Genre: 3D Action/Adventure
Release Date: TBA
Ultimate Spider-Man, at its core, is a re-telling of the classic Spider-Man story with a slightly younger cast and a contemporary spin.
You all know the gist of it by now: a nerdy kid gets bitten by a radioactive spider, gets super powers, and uses both them and his mind to solve crimes while at the same time possessing the ability to upstage just about everyone on Def Comedy Jam without even trying. The Ultimate line of comic books puts the Spidey stories in the here and now, with today’s technology, today’s landmarks and settings, and updated versions of the characters that we’ve come to know over the years.
The world loved the original Spider-Man games, and the movie-based ones, as well. Spider-Man 2 in particular, were a runaway hit. Even so, Treyarch believes that they can one-up it. From the looks of things, they just might. They’ve got a team of self-professed anal-retentive comic buffs on the development team – such as Brian Michael Bendis and Mark Bagley, the writer and artist of the Ultimate Spider-Man comic – and it shows in the story, in Spider-Man’s powers, and even in the way Spidey looks. He’s a skinny, gangly teenager, rather than the adult you saw in the movies.
Free-form web-swinging is back, which alone will make fans of the last Spider-Man game happy, and just as in the last game, you’ll be able to take on a ton of missions which just involve rounding up baddies and putting them out to pasture for the police. However, there are just as many supervillains for you to mix it up with.
The fighting system’s been revamped as well. The younger Spidey doesn’t have the Spider Reflexes from Spider-Man 2, but he has a more unorthodox, almost uncoordinated moveset. This isn’t the experienced superhero of past games; it’s a kid who’s making it up as he goes, with a fighting style that’s based around hit-and-run. Just about everything he can do can be strung together if the timing is right, from web swings and strikes, to combination attacks and aerial moves. This all results in the most fluid Spider-Man you’ve ever controlled. At least, that’s the plan.
Treyarch’s biggest revelation at E3 and at their pre-E3 show isn’t really much of a surprise, but a lot of fans are going to love this. You spend at least half of Ultimate Spider-Man playing as the Ultimate version of Venom.
Ultimate Spider-Man, the game, is set slightly after the comics’ Venom trade paperback. You’ll play through the final battle between Peter and Eddie Brock, as seen in that TPB, before going into an original storyline written by Bendis. In Ultimate Spider-Man, Trask Industries, the former employer of Peter Parker and Eddie Brock’s late fathers, wants to capture Venom. Venom would like to remain uncaptured, and incidentally, to kill Spidey; so Spidey wants to stop Venom. You can see the problem.
Venom can’t web-swing in the Ultimate storyline, so he’s been given a super-jump and a special "tentacle-zip" move to help him navigate the city. He’s also much stronger than Spidey; Venom can pick up and throw cars around, and cracks the ground underneath his feet whenever he lands. He is, in short, to quote the developers, "all about massive destruction."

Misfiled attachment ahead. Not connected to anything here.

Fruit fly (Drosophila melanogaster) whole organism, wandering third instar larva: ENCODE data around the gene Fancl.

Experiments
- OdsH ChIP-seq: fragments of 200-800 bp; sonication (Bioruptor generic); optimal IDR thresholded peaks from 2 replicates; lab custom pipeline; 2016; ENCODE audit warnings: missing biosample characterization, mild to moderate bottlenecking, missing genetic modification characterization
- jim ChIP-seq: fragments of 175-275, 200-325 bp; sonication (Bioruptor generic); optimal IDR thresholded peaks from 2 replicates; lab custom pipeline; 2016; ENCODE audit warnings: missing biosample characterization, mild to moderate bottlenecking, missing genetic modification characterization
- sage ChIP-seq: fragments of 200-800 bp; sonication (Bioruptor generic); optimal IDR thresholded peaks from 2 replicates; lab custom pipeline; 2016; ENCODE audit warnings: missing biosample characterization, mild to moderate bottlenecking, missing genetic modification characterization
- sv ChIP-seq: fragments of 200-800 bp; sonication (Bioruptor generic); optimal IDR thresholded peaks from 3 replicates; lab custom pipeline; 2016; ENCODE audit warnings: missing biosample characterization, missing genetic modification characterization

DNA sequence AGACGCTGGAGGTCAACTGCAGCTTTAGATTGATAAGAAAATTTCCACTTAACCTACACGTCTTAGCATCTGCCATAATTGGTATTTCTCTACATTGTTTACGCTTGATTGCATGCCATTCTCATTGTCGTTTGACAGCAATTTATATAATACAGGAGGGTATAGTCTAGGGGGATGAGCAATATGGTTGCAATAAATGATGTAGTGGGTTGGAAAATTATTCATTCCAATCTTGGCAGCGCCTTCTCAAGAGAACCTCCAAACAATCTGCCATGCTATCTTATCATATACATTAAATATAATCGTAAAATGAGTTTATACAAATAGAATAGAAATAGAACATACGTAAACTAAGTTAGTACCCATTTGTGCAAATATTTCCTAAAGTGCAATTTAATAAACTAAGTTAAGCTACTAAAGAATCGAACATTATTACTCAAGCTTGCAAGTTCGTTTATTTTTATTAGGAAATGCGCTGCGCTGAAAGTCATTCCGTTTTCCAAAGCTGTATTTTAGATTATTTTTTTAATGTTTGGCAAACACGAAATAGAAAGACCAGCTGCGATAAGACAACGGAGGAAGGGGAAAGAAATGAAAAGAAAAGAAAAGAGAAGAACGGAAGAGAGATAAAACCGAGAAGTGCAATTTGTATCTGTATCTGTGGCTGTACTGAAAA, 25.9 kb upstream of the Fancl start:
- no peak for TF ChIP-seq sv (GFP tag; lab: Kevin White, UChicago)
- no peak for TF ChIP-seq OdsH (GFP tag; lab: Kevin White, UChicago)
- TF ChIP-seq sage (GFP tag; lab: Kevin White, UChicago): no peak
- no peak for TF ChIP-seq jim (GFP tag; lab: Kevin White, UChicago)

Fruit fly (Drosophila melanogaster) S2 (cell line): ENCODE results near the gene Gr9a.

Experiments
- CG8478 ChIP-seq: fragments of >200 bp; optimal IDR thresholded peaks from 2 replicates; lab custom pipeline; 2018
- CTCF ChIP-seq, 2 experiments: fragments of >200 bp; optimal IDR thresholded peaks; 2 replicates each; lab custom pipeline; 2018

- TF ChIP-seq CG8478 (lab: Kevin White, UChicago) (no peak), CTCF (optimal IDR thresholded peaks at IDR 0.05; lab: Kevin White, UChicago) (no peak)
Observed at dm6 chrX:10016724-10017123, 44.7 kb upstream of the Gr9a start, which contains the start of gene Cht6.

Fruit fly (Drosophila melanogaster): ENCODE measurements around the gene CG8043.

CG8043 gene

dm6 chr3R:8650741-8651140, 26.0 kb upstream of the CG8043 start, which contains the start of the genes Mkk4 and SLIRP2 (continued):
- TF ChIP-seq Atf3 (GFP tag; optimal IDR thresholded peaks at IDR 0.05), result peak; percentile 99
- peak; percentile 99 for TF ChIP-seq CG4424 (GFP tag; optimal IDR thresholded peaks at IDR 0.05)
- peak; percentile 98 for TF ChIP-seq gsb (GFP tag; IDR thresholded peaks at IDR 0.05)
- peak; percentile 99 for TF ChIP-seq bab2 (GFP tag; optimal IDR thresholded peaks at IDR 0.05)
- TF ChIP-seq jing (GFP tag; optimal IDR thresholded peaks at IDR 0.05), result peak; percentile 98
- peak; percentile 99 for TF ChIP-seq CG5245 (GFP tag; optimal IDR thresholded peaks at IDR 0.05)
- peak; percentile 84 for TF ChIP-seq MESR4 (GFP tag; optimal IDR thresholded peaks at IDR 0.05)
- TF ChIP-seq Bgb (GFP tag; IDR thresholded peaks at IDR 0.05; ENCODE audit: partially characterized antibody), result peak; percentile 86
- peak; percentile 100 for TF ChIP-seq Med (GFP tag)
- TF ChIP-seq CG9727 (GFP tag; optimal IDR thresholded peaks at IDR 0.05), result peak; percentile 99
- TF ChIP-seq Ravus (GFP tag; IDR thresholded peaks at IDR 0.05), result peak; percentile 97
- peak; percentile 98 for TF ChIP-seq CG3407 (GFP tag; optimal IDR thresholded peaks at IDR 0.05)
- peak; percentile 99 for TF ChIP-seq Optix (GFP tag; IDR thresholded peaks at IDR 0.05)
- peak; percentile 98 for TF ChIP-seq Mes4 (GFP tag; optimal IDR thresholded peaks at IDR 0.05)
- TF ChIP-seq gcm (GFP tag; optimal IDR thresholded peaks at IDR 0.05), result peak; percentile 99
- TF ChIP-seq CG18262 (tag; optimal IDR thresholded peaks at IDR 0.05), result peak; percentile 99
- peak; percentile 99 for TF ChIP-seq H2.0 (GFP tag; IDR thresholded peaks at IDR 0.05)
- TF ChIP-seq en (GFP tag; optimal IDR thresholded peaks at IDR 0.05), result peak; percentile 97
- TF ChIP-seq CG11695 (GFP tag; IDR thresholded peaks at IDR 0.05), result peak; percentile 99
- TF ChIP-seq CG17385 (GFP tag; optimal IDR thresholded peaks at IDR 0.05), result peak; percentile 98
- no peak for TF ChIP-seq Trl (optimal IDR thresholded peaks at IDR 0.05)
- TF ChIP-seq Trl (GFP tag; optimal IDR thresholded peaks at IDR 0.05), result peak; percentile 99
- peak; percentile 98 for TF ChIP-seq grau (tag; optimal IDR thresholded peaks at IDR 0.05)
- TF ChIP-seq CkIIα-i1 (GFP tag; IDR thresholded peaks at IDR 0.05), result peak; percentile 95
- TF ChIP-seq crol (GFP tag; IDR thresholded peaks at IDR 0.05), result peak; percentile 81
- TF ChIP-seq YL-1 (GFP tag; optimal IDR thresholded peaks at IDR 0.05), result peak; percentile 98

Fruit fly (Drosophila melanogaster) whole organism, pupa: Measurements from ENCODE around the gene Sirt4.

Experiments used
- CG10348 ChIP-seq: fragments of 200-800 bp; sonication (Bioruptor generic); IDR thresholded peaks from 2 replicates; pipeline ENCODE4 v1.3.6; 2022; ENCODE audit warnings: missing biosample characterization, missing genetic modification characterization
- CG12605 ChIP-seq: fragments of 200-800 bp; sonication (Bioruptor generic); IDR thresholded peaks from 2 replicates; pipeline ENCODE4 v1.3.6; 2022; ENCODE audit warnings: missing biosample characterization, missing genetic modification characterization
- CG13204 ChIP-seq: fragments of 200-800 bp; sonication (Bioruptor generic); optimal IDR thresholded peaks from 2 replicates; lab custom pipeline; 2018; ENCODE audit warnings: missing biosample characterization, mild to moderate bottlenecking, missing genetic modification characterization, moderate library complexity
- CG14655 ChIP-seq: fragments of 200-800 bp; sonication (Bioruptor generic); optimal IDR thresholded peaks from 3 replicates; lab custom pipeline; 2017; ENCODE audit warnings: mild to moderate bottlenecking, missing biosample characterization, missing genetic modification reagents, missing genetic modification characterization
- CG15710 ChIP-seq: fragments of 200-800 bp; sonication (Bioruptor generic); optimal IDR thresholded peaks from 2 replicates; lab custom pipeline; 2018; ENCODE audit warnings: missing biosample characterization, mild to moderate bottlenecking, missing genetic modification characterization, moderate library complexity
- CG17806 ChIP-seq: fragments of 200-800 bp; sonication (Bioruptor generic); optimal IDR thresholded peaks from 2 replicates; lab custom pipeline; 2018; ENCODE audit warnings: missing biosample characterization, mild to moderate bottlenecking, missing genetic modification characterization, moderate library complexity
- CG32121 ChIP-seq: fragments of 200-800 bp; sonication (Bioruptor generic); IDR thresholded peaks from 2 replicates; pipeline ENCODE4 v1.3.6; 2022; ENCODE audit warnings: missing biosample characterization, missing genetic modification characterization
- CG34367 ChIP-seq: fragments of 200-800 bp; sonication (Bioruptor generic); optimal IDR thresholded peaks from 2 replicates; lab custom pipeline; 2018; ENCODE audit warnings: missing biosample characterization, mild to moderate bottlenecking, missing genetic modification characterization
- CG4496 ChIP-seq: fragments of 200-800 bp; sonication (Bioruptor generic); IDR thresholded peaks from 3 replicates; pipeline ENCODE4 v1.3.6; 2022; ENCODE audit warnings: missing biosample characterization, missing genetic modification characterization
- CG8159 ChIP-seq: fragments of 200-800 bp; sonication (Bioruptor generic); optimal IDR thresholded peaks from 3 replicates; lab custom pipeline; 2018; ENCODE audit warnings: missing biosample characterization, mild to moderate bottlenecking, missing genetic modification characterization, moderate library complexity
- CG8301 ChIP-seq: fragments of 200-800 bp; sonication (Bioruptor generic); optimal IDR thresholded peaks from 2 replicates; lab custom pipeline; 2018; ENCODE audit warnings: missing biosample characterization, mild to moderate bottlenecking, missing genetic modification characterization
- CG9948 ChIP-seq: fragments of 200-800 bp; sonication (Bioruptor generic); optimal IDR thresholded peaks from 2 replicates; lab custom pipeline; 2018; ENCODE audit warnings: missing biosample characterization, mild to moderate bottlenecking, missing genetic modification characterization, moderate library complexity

Because of the symbiote which gives him his powers, Venom’s health is constantly being drained, and must be replenished by feeding on people to replenish his life force. If you see someone on the street, just grab ‘em and bite in to refill your health. Think of the Akujiki curse in the fairly recent Shinobi game and you get a good idea of how Venom plays, except with more random violence against innocent bystanders.
The developers also capitalized on Venom’s canon weakness to electricity (again, a hallmark of the Ultimate line) by pitting him in a tooth-and-nail fight against the villain Electro in the heart of Times Square. It’s an interesting fight; you’ll have to use cars to knock Electro off-balance, while smashing the street signs so Electro can’t use them to power up.
All of this takes place in a New York City comprised of a digital ink-and-paint playing field. Older games use cel-shading to look like cartoons; Ultimate Spider-Man uses a process called "3D comic-book inking" to create comic-book, fully-streaming versions of Manhattan and Queens.
As if that weren’t enough, many of the cut scenes between game events take place in either still or animated comic panels. A brand-new cast of voice actors gets to play with one of Bendis’s trademark jokey, high-dialogue scripts, and for the most part, they absolutely nail it. Yeah, he makes everyone sound like a particularly neurotic character in a David Mamet script, but it’s funny and dramatic by turns, and very much in keeping with the mood of the comics.
USM also boasts the largest lineup of Marvel characters in a Spider-Man game to date; so far, we’ve seen Rhino, Electro, and Nick Fury, with a few promised surprises.
For those of you looking for another Spider-Man gaming fix, Ultimate Spider-Man’s got your number and then some. It’s taking the formula from the last game, adding its own flavor to it, and fixing what few problems it had. With a variety of gameplay types and random events on the street, Ultimate Spider-Man has a real shot at being the best superhero video game of all time.
More articles about Ultimate Spider-Man